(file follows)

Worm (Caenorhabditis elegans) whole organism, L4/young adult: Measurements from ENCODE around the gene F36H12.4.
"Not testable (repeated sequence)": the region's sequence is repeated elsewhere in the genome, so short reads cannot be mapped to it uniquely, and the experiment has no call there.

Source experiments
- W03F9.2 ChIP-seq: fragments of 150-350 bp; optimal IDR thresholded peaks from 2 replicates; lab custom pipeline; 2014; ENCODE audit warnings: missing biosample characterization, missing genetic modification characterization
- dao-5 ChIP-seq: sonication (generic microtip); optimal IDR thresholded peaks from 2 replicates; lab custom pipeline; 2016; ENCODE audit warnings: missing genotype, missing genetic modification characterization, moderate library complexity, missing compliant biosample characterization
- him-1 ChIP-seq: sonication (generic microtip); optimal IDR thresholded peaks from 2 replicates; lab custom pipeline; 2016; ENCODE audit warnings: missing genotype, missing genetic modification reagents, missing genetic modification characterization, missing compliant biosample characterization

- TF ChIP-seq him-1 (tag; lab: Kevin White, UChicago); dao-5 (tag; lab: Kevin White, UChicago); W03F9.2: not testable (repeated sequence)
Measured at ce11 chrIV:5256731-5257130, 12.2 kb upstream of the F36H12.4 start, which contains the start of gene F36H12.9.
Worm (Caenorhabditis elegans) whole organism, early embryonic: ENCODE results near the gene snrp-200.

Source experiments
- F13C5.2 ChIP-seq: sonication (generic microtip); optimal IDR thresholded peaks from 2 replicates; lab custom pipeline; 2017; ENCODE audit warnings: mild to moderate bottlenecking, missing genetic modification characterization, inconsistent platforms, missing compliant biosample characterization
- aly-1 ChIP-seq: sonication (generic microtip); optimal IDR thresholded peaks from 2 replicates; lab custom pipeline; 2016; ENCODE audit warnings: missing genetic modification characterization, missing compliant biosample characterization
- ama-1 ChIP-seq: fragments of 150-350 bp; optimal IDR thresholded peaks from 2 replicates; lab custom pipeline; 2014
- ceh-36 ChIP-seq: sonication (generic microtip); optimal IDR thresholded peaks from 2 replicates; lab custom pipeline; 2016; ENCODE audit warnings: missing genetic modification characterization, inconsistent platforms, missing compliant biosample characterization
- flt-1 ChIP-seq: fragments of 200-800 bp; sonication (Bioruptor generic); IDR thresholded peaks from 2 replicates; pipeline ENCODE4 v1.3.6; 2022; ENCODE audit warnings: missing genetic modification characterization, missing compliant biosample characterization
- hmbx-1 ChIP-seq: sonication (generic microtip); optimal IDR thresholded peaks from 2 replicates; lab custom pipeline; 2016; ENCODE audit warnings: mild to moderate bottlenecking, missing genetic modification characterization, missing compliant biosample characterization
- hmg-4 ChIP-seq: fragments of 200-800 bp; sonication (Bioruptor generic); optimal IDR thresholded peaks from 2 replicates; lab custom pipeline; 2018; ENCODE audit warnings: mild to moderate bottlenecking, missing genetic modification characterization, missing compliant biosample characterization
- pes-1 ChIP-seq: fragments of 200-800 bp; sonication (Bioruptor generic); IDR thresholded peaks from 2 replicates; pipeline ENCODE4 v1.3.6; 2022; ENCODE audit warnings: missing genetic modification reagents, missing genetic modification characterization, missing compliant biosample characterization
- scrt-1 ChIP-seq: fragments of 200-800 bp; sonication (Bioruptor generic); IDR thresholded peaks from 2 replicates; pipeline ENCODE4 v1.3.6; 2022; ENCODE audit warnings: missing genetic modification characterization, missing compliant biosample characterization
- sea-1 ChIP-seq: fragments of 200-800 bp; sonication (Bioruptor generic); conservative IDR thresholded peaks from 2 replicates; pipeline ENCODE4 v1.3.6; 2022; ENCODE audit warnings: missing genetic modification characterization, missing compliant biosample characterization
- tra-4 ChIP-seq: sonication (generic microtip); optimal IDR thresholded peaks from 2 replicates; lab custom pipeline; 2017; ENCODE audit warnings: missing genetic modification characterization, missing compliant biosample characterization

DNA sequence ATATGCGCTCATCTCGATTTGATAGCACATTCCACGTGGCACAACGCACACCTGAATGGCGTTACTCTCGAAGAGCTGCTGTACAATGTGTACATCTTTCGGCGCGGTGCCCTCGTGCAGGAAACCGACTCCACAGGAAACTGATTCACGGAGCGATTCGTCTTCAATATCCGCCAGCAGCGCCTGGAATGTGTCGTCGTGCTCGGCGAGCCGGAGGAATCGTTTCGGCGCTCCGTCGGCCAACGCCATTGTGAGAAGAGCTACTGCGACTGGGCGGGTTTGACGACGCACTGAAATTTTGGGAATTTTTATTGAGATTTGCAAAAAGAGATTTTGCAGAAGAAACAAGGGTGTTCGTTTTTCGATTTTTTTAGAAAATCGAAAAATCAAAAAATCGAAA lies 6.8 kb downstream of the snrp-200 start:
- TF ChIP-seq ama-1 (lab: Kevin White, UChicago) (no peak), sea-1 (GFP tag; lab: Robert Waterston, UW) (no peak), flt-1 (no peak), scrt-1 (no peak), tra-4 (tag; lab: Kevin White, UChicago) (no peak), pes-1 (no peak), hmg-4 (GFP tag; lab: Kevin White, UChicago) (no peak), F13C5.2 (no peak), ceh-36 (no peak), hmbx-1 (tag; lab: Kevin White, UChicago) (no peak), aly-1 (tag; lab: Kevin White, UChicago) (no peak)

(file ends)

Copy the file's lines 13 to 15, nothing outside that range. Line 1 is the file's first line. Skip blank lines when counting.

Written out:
- ama-1 ChIP-seq: fragments of 150-350 bp; optimal IDR thresholded peaks from 2 replicates; lab custom pipeline; 2014
- ceh-36 ChIP-seq: sonication (generic microtip); optimal IDR thresholded peaks from 2 replicates; lab custom pipeline; 2016; ENCODE audit warnings: missing genetic modification characterization, inconsistent platforms, missing compliant biosample characterization
- flt-1 ChIP-seq: fragments of 200-800 bp; sonication (Bioruptor generic); IDR thresholded peaks from 2 replicates; pipeline ENCODE4 v1.3.6; 2022; ENCODE audit warnings: missing genetic modification characterization, missing compliant biosample characterization